Why does 9.xx have these two separate controls?

Prior to 9.xx the "matching" was controlled by a single Transformer Match parameter. 9.xx introduces a new Speaker Impedance parameter. The distortion of a tube power amp is dependent upon the load presented to the power tubes. The overall sound, however, is also often dependent upon the voltage at the speaker since that voltage is fed back to the input.

The following examples illustrate the difference.

First we define several variables:

Zs is the load (speaker impedance) on the secondary of the output transformer.

N is the transformer turns ratio.

N^2 is the transformer impedance ratio.

Ip is the current into the transformer primary.

Zp is the impedance "seen" by the transformer primary.

A power tube is effectively a dependent current source so Ip is the current from the power tubes.

Zp is the load impedance "reflected" to the primary and is given by Zp = Zs * N^2.

The voltage at the primary is Vp = Ip * Zp.

The voltage at the secondary is the primary voltage divided by the turns ratio Vs = Vp / N.

Ex. 1:

Let N = 10, Zs = 16 ohms, Ip = 0.1A.

Then

N^2 = N*N = 10*10 = 100

Zp = Zs * N^2 = 16 * 100 = 1600 ohms

Vp = Ip * Zp = 0.1 * 1600 = 160V

Vs = Vp / N = 160 / 10 = 16V

Ex. 2:

Let's reduce the impedance ratio by 50%.

N^2 = 50

N = sqrt(50) = 7.07

Zp = Zs * N^2 = 16 * 50 = 800 ohms

Vp = Ip * Zp = 0.1 * 800 = 80V

Vs = Vp / N = 80 / 7.07 = 11.3V

Ex. 3:

Now let's reduce the speaker impedance by 50% instead.

N = 10. N^2 = 100. Zs = 8.

Zp = Zs * N^2 = 8 * 100 = 800 ohms

Vp = Ip * Zp = 0.1 * 800 = 80V

Vs = Vp / N = 80 / 10 = 8V

In Ex. 2 and Ex. 3 the voltage at the power tubes (Vp) is the same (80V) so the power tubes will distort the same amount. However the voltage at the speaker is different. In Ex. 3 there is less voltage at the speaker so, if the power amp has negative feedback, there will be less signal fed back.

What to use Transformer Match for:

The turns ratio of transformers varies by manufacturer, era, etc. For example the original Drake transformers used in old 50W Marshalls had a primary impedance of 3.5K. Some newer transformers have an impedance of 3.2K, about 10% less. To replicate this set Transformer Match to 0.9. This will give a more "open" sound but also a harsher distortion. Increase matching to simulate a higher primary impedance. This will give a more compressed and smoother distortion. Some amps intentionally overmatch their transformers (Trainwrecks) which gives them their characteristic sound.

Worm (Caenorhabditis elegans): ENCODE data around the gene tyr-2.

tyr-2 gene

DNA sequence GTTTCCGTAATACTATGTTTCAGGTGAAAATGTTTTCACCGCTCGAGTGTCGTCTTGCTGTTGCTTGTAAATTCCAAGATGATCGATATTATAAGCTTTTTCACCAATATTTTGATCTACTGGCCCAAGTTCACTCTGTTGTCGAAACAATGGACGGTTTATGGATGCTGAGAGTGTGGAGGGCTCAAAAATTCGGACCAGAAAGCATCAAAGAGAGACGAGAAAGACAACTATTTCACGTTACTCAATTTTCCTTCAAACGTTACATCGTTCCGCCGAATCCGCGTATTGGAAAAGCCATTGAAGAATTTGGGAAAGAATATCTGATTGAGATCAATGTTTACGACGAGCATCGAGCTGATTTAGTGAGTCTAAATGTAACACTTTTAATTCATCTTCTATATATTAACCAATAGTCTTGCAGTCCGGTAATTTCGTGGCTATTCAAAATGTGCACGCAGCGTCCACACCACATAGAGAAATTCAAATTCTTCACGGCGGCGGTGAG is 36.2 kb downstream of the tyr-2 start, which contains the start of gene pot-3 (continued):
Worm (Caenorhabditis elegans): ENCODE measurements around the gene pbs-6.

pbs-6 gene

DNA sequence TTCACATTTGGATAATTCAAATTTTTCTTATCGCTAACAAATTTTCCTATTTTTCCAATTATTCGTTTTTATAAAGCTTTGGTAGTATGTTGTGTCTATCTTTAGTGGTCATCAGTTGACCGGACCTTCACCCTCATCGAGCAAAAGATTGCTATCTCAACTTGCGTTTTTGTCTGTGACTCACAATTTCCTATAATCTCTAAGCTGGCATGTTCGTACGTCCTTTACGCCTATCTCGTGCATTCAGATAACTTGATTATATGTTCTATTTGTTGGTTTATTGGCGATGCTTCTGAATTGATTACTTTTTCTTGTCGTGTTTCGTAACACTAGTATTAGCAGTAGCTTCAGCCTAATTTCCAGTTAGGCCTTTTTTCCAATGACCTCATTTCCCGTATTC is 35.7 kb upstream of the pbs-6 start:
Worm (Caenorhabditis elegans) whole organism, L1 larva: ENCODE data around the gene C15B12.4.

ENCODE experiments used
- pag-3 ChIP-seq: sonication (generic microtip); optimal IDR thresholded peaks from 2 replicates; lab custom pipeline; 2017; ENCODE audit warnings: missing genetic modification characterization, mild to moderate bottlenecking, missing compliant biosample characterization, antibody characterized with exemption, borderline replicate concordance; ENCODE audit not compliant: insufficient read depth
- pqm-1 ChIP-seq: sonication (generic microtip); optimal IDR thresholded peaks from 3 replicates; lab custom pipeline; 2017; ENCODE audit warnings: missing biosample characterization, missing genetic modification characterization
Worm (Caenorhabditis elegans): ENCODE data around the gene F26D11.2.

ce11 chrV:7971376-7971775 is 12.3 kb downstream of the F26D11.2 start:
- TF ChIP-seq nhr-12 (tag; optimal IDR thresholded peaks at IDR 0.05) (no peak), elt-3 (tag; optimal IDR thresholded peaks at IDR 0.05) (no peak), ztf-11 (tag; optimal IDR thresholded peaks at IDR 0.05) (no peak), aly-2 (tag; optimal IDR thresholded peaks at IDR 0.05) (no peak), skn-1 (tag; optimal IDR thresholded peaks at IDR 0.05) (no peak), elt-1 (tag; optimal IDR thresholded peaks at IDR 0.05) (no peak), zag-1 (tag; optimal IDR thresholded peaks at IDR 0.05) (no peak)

What to use Speaker Impedance for:

The actual impedance of a speaker can vary quite a bit. For example a Celestion Greenback is available in 8 and 16 ohm versions. The 8-ohm version has a DC resistance (DCR) of 6.57 ohms. The 16-ohm version has a DCR of 12.13 ohms. The Plexi models in the Axe-Fx assume 16-ohm speakers were used as the Marshall cabs used 16-ohm speakers.

The DCR normalized to the speaker impedance is therefore different for the two versions. For the 8-ohm version the DCR normalized to the impedance is 6.57/8 = 0.82. The 16-ohm version is 12.13/16 = 0.76. The relative impedance is therefore 0.82/0.76 = 1.08. Therefore the 8-ohm version of the speaker will increase the voltage at the primary by 8% which means the power amp breaks up a bit earlier (more gain). To simulate this increase Speaker Impedance to 1.08.

All the models use a DCR commensurate with the original speakers when available. For amp heads with no matching cabinet the DCR is assumed to be 6.7 ohms. I contemplated naming the control "Speaker DCR" but figured that was too vague but it's actually a better description of what the control does (and the internal parameter name is speaker_dcr).

Another use for Speaker Impedance is to simulate intentional mismatching. SRV, Joe Walsh, etc. would intentionally mismatch their amps by connecting the speaker to the "wrong" output jack. For example, to simulate connecting a 16-ohm speaker to the 8-ohm output jack set Speaker Impedance to 2.0 (or 1.9 in the case of a Greenback).